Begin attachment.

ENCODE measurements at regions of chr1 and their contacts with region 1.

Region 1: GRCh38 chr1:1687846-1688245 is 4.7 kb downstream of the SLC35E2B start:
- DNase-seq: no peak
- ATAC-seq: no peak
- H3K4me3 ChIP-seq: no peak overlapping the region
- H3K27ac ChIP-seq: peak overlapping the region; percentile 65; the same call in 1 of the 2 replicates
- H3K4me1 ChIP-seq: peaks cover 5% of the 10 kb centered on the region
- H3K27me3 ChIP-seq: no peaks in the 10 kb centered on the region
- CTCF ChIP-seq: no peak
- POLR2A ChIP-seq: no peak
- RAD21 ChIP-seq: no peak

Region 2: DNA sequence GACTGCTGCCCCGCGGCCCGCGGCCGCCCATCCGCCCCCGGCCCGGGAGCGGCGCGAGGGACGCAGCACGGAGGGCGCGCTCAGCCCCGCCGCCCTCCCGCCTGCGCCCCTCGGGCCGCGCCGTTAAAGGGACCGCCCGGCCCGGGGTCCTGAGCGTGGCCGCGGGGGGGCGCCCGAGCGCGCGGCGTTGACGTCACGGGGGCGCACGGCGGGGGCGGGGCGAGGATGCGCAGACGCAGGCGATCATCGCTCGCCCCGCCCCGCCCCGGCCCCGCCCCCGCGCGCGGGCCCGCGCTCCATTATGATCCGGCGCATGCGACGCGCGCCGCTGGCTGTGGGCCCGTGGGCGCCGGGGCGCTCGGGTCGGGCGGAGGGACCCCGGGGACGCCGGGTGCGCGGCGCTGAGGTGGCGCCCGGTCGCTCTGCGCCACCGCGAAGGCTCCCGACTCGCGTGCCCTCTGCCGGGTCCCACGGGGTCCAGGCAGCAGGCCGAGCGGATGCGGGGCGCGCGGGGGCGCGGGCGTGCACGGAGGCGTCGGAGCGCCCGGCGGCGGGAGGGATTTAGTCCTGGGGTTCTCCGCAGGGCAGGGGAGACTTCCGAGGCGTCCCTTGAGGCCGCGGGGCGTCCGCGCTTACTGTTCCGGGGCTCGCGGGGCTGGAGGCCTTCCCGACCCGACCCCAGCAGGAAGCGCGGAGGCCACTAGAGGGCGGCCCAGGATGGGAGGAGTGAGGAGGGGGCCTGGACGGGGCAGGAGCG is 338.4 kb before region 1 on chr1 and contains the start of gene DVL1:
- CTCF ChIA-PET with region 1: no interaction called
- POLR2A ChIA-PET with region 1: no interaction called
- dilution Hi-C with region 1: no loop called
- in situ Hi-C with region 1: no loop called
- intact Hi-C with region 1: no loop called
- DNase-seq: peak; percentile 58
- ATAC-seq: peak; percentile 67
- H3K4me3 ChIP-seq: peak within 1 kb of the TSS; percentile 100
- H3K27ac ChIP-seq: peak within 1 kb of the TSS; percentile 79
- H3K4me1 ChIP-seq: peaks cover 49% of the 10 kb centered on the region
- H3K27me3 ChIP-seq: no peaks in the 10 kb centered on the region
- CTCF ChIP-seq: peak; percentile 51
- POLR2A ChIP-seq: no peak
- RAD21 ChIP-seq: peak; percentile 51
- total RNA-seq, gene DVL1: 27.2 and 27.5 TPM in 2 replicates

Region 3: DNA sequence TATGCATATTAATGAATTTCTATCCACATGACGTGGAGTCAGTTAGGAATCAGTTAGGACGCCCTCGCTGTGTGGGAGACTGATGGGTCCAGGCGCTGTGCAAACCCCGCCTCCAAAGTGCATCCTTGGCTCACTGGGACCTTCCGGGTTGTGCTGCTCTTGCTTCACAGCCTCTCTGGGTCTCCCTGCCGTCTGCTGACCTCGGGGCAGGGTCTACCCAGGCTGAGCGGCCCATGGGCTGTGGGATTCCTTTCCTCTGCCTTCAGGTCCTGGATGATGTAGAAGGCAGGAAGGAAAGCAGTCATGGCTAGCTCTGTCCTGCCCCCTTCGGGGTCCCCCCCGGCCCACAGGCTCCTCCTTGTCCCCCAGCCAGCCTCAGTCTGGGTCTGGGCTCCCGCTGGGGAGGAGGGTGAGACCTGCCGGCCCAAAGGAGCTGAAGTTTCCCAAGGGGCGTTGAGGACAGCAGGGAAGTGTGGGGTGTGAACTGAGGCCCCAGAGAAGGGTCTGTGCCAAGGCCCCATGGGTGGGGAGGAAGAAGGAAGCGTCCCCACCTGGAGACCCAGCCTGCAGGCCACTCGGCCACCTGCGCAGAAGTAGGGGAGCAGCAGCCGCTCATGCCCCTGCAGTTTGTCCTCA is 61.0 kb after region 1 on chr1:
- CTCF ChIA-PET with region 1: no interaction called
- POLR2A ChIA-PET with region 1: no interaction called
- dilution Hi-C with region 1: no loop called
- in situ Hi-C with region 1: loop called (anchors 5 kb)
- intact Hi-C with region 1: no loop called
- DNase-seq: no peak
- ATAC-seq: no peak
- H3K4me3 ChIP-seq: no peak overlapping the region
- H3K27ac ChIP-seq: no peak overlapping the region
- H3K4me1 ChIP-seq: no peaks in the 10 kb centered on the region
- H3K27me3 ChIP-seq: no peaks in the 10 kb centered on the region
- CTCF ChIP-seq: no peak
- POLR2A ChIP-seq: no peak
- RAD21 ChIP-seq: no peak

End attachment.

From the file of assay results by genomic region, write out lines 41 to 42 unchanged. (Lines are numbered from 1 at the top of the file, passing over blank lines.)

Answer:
- POLR2A ChIP-seq: no peak
- RAD21 ChIP-seq: no peak